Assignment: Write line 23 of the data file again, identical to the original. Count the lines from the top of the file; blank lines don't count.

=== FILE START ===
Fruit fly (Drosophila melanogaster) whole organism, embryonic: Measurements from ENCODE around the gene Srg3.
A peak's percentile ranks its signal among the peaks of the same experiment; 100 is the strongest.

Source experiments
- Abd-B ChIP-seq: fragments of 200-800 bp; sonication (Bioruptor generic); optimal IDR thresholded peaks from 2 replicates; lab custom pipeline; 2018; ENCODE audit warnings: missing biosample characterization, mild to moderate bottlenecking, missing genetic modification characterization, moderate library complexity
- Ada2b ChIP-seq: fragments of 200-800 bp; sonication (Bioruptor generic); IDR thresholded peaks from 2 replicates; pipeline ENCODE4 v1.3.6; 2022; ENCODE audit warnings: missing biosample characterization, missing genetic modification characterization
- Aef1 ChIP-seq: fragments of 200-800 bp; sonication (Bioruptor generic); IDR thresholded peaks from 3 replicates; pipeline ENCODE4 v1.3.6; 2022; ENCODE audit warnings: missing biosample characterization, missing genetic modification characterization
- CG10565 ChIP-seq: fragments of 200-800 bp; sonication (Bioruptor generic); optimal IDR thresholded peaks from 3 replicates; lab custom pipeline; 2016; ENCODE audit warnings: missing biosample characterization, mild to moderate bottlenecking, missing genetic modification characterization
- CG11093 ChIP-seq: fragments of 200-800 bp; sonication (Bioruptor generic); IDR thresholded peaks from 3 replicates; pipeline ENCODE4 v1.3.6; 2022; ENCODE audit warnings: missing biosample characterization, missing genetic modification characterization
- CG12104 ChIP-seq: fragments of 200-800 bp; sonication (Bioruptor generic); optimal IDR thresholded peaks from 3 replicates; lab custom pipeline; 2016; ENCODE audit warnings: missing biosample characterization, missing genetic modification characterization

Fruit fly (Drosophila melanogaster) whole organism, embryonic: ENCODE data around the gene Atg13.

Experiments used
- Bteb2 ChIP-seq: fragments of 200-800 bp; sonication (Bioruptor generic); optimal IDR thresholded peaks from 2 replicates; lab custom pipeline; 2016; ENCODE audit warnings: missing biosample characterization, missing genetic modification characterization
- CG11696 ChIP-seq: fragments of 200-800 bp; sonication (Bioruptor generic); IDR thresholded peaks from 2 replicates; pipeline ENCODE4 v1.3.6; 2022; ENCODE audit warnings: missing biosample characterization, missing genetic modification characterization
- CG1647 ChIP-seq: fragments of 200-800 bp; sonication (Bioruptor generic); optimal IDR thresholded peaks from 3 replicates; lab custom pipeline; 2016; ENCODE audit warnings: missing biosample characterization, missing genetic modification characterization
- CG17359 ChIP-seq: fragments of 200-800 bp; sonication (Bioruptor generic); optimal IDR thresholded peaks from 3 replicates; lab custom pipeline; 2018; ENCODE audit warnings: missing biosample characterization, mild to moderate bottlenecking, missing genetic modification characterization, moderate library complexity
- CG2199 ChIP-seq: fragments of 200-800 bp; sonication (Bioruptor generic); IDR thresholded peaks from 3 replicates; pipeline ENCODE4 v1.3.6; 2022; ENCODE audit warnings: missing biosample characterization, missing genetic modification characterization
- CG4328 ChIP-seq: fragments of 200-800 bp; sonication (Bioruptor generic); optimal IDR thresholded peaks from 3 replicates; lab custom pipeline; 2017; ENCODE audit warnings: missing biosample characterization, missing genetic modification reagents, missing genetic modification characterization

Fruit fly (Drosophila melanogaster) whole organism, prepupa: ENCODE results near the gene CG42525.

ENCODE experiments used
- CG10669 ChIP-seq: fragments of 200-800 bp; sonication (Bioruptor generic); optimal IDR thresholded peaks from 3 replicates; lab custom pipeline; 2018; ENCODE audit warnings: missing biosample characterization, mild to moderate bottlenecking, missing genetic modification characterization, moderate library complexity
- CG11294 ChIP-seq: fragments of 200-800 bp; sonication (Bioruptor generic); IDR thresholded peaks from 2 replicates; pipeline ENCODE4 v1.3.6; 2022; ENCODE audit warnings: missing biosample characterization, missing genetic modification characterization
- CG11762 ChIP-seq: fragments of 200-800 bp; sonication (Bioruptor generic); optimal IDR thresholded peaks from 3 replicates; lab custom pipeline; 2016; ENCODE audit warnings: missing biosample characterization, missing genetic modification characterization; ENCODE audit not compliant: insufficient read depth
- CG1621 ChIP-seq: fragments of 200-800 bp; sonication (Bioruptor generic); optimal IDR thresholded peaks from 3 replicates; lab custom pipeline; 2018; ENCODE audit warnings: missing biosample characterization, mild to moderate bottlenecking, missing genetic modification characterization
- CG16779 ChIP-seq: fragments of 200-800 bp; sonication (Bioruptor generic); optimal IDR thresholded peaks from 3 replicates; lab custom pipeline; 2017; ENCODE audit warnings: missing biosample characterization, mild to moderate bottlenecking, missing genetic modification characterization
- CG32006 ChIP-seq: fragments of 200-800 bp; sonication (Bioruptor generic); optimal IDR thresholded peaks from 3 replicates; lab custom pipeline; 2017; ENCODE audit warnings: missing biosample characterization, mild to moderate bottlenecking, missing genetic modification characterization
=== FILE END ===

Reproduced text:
- CG1621 ChIP-seq: fragments of 200-800 bp; sonication (Bioruptor generic); optimal IDR thresholded peaks from 3 replicates; lab custom pipeline; 2018; ENCODE audit warnings: missing biosample characterization, mild to moderate bottlenecking, missing genetic modification characterization